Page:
Congratulations! You’ve successfully bridged USDT and can now start swapping on Liquidswap. Of course, you can also test the bridge with some other token, blockchain, or wallet if you like.

Step 7: Connect to Liquidswap and swap

Go to https://liquidswap.com/#/  and connect Pontem Wallet to the DEX.

Next, in the Swap tab, pick LayerZero USDT in the top field and APT in the bottom field (if you are swapping USDT for APT). Note that LayerZero USDT, Wormhole USDT, and Celer USDT are three completely different contracts on Aptos.

Make sure that Unstable is selected, as the prices of these two assets are not correlated.

Enter the amount of USDT you want to swap to see how much you’ll get in APT. Before completing the swap, check that there’s enough liquidity in the pool to keep the price impact low (0.39% in this case, which is acceptable). We also recommend that you turn frontrunning protection on (the little red lock icon next to the settings gear).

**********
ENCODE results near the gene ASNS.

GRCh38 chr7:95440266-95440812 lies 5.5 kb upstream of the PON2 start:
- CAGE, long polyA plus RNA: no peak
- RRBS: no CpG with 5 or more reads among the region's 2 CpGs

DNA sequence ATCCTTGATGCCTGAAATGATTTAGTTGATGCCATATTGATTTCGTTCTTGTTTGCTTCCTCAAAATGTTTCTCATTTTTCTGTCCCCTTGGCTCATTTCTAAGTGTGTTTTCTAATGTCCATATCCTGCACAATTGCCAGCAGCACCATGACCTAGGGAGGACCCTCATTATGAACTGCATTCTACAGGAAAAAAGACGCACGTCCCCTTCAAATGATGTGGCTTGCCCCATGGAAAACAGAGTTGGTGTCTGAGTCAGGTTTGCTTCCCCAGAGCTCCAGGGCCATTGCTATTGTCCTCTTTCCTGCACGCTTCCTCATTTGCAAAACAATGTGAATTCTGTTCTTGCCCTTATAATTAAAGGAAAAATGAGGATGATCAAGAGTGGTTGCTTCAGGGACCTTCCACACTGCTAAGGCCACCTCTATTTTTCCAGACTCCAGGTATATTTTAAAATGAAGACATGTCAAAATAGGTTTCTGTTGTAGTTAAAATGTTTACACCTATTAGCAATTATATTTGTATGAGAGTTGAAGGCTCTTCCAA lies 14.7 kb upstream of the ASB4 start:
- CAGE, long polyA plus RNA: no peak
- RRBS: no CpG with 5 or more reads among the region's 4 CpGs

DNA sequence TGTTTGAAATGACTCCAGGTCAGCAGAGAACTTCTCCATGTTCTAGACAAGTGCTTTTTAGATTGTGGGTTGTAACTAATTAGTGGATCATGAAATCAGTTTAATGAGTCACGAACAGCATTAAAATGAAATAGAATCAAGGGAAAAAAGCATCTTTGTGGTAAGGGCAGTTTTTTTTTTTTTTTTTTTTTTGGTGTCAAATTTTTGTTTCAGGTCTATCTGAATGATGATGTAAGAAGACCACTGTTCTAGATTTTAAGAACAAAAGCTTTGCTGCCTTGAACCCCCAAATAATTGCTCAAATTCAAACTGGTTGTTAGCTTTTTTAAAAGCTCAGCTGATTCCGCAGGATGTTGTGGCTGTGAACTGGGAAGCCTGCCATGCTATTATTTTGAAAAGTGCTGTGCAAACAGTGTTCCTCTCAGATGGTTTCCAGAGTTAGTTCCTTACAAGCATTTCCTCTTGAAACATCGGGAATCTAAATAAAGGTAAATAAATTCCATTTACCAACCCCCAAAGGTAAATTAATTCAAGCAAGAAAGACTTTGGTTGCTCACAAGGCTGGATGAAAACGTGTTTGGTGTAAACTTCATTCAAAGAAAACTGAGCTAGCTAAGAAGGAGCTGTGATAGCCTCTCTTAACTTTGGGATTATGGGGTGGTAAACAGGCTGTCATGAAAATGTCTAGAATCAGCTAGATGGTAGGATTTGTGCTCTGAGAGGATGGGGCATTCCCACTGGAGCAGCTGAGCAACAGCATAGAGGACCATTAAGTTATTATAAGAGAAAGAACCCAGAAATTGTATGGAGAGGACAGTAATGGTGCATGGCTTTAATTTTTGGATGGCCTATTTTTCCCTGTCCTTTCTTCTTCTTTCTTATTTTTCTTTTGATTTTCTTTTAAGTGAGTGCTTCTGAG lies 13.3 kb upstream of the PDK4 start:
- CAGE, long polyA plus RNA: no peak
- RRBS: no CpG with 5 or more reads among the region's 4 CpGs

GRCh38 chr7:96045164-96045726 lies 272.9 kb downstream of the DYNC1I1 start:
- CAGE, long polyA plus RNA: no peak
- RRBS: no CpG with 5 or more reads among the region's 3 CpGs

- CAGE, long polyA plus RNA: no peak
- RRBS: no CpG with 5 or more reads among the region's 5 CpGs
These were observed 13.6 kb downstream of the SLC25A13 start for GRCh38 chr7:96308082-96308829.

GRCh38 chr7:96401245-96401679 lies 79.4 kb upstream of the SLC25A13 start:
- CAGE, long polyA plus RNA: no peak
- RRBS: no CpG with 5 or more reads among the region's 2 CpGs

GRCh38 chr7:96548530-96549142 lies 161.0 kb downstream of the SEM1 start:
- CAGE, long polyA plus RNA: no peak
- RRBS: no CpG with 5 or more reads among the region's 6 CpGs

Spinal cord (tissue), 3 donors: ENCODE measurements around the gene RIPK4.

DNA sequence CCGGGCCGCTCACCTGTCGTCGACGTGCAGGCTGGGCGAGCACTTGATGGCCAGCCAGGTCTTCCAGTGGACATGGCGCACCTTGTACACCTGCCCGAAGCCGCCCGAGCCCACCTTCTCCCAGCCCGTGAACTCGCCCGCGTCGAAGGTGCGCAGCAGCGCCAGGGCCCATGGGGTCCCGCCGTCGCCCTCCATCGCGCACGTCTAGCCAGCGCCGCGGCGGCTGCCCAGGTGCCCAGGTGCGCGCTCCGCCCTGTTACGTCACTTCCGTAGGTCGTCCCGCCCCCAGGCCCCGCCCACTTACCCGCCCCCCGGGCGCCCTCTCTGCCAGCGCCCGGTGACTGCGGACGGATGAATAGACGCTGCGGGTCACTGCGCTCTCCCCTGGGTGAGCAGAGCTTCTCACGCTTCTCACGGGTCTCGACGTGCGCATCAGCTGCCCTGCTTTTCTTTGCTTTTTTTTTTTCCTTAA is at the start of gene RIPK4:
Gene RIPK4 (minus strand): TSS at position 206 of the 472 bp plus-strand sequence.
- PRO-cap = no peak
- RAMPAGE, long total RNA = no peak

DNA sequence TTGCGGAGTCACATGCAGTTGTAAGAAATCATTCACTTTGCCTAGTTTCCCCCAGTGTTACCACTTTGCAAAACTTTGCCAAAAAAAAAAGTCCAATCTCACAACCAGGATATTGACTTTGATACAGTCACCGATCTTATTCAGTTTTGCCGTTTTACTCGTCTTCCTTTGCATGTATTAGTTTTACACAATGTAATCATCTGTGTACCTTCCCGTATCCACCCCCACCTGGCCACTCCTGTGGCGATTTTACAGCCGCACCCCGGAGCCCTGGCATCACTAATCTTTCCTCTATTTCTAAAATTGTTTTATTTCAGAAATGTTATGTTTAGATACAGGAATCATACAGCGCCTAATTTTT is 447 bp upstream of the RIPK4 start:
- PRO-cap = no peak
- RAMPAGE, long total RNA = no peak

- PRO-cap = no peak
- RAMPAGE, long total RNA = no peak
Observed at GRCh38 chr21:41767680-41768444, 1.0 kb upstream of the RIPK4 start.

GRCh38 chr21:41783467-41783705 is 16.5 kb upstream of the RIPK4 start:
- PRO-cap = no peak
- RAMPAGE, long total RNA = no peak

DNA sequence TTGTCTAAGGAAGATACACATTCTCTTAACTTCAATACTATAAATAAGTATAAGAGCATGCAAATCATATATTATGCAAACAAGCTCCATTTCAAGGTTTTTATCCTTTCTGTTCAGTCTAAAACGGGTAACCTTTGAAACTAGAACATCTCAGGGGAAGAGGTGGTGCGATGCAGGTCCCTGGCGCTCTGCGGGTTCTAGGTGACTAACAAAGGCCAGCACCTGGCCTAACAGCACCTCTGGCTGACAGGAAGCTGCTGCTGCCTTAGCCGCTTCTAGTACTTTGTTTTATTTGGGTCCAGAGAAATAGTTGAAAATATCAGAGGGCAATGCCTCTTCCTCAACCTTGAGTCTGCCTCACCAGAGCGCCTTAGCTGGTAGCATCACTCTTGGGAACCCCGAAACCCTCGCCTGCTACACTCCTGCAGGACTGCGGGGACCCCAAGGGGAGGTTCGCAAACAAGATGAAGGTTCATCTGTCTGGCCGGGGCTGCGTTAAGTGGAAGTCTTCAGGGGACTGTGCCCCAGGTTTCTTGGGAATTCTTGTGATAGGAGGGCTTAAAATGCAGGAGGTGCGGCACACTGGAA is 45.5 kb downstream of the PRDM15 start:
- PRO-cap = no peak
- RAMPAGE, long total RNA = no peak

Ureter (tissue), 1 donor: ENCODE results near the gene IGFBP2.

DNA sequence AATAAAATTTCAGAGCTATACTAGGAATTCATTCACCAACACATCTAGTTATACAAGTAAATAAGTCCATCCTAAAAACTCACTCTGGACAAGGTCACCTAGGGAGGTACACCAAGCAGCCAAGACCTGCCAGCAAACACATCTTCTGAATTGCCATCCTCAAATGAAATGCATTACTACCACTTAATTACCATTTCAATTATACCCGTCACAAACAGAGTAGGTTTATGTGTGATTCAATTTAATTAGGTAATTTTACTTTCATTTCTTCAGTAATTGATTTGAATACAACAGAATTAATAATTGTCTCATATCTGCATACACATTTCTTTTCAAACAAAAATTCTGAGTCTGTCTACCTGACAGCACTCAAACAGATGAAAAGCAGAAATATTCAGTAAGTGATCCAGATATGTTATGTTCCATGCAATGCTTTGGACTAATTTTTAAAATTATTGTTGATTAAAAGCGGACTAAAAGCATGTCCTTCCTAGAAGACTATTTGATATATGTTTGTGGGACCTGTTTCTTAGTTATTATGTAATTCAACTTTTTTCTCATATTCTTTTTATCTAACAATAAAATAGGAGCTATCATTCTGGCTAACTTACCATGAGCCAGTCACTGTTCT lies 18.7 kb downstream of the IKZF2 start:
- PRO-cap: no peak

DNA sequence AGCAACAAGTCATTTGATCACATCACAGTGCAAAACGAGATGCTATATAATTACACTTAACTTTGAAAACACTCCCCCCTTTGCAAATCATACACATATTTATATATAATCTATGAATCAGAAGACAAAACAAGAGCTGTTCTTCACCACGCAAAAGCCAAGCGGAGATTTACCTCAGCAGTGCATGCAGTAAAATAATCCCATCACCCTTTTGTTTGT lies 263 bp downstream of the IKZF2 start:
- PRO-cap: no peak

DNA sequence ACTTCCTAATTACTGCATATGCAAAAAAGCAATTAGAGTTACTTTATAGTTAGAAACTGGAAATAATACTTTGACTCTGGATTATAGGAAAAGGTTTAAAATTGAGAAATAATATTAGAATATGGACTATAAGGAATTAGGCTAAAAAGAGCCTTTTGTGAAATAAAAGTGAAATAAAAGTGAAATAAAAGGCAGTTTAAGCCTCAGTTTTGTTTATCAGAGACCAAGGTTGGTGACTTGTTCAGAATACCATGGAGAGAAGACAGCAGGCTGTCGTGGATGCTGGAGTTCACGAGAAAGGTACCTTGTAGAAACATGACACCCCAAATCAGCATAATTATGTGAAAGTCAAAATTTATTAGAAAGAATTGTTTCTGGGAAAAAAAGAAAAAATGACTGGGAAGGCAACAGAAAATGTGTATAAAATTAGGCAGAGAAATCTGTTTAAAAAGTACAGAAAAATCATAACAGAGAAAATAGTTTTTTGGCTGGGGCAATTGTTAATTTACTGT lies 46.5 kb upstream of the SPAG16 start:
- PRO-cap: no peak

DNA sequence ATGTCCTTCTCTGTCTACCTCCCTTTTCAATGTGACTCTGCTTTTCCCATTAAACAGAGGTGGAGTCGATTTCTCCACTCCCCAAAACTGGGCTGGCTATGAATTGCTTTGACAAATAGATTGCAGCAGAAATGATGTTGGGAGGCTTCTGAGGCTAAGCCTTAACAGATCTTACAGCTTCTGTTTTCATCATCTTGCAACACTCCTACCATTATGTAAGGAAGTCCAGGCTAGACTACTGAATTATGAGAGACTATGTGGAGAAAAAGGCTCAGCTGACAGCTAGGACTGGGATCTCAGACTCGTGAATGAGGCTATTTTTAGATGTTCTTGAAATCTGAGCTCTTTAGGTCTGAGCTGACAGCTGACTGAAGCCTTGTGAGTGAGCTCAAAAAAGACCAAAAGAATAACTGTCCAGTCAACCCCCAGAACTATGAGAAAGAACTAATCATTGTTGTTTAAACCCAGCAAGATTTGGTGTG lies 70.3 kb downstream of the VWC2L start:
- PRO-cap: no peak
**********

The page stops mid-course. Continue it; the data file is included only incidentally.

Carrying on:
You can also adjust the slippage in Settings (the gear icon). For the first time, it’s better to leave it at 0.50% to make sure that the transaction succeeds, as you may not have enough APT to pay for gas.

Double-check the values, hit the Swap button, then confirm the transaction in the swap popup, click on Send Transaction, and finally confirm it in Pontem Wallet. The $APT airdropped by LayerZero should be enough to cover the swap gas fee.

If you get a ‘Simulation failed: out of gas’ warning, try clicking on Gas Fee and click on Set Optimal Gas. If you don’t have enough APT to pay that amount, you risk that the swap will fail. You can also wait for a bit: the optimal amount of gas for a swap varies according to network load.

That’s it: you’ve just purchased APT, the official coin of the Aptos blockchain! You should see it in the wallet balance.

Note: if you decide to buy some other token, like USDC, Liquidswap will first ask you to register it in the wallet. This transaction is subject to a small gas fee.

Bridging back from Aptos to EVM blockchains